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Fraser
2004-Jul-12, 07:55 PM
SUMMARY: When astronomers first realized that the stars in the sky were like our Sun, only more distant, they wondered if those stars had planets too. And if they have planets, is there life? Intelligent life? There's an answer - yes or no - but we don't know it yet. NASA and the European Space Agency are working on a series of space and ground-based observatories that may help get an answer soon. In just a decade, you could gaze into the night sky, locate a star, and know that there's life there. Life could be everywhere.

What do you think about this story? Post your comments below.

GOURDHEAD
2004-Jul-12, 08:02 PM
Life could be everywhere.

Well not exactly but certainly all over the universe.

Fraser
2004-Jul-12, 08:08 PM
I said Everywhere!!

sarahnade_me
2004-Jul-12, 08:21 PM
It's truly is amazing how far we've come in such a short time. I hope that they find out soon, because I am so sick of the egotism in this country! Why would be the only ones anyways? What kind of methods are they going to use? I hope whatever they do works because I'm also sick of hearing about these crazy Jupiter planets that go around their suns in 4 days.

Sarahnade_me in texas :D

antoniseb
2004-Jul-12, 09:26 PM
This is a nice summary of the various space-based efforts to find planets.
Note that SIM has also been tagged as a tool to find the precise distance to certain key stars. It will be getting the information a little before the Gaia mission we were talking about a few weeks ago. The two of them have about equal resolution for that task, but Gaia is designed to catalog billions of stars and SIM has other jobs.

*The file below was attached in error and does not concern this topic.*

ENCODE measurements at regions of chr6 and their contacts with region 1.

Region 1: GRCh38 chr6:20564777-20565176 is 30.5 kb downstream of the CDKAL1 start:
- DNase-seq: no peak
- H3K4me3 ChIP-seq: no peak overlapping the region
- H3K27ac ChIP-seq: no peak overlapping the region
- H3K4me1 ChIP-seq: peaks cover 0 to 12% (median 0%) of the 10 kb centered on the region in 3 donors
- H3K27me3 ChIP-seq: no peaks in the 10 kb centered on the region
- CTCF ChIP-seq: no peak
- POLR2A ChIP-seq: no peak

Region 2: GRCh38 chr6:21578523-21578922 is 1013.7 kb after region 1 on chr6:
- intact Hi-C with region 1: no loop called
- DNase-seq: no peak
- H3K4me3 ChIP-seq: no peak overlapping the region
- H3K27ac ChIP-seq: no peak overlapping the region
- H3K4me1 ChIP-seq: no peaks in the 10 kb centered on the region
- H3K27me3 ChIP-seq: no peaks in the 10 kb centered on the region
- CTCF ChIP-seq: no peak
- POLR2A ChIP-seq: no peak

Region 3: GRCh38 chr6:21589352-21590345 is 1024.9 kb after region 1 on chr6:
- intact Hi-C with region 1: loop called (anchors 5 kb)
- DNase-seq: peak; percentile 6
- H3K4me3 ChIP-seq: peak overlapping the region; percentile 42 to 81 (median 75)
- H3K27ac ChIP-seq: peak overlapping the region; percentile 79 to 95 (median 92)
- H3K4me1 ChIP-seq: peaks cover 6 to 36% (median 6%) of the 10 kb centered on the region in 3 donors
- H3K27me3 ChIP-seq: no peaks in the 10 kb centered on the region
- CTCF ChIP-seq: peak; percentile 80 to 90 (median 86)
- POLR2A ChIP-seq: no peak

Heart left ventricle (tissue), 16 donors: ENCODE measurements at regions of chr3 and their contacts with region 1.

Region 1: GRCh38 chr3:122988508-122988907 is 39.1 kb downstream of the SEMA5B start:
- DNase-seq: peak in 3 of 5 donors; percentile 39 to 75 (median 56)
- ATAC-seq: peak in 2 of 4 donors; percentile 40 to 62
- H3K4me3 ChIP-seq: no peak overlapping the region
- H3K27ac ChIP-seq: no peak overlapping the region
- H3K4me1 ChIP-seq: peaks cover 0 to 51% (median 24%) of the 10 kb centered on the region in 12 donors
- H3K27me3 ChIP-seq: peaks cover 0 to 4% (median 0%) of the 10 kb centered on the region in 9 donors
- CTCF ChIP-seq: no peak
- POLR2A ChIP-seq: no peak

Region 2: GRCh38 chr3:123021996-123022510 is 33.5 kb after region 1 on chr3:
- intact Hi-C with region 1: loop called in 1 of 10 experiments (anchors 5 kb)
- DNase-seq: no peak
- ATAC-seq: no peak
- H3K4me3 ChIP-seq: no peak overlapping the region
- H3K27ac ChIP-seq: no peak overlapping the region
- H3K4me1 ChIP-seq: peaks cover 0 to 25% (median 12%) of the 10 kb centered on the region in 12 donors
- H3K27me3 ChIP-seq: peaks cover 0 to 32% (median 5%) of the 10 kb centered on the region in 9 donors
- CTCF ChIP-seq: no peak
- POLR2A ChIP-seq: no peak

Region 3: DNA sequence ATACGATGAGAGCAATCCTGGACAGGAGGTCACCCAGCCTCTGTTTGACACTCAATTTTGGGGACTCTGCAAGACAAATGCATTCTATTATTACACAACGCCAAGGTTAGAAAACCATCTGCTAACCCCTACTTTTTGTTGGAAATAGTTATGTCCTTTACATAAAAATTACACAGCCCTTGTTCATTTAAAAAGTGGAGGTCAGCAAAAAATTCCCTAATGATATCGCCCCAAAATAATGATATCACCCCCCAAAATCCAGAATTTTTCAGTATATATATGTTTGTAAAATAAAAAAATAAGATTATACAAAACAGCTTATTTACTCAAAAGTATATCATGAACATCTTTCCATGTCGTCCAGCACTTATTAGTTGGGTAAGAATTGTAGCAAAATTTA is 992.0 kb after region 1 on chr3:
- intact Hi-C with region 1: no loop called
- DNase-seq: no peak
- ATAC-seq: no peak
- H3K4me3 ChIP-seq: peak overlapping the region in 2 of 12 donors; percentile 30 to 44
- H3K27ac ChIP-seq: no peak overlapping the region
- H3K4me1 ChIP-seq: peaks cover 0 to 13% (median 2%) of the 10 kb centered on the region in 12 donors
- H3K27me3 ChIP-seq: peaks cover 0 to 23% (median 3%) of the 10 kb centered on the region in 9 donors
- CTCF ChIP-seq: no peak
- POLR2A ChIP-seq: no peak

Victoria
2004-Jul-12, 10:26 PM
Imagine...a Universe full of life B) . Spectacular the way science is expanding :D .

alien worlds
2004-Jul-13, 01:33 AM
this is the way space sience needs to go, answer the question
are there other forms of life even simple alien lifeforms in habitation of these wonderful worlds
outside worlds discovered by recent exo planet observation techniques

Fraser
2004-Jul-13, 02:16 AM
Once Darwin and the Terrestrial Planet Finder are launched, I think we'll get the answer. We won't know exactly what kind of life is on those planets, but we'll be fairly confident that it's there.

Tinaa
2004-Jul-13, 05:53 AM
Extremophiles here on Earth may gives us a clue on where to look. Therophiles thrive in extremely hot conditions and are anaerobic. Psychrophiles live in ice and salty sea water. Acidophiles "eat" sulfur from vents in the bottom of the ocean. Halophiles love extemely salty water. Life can be found in the most unlikely places.

Guest_smvasagam
2004-Jul-13, 12:38 PM
Originally posted by GOURDHEAD@Jul 12 2004, 08:02 PM

Life could be everywhere.

Well not exactly but certainly all over the universe.
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I personally and strongly believe that there should be extraterrestrial life in the universe. This because our whole nature has created the universe and milky way.I think nature will not waste it's energy by creating earth alone. We human beings are one of the forms created by the nature and there could be much super intelligent living beings and inferior beings also. Nature tries all possible combinatio :D .

sarahnade_me
2004-Jul-13, 03:45 PM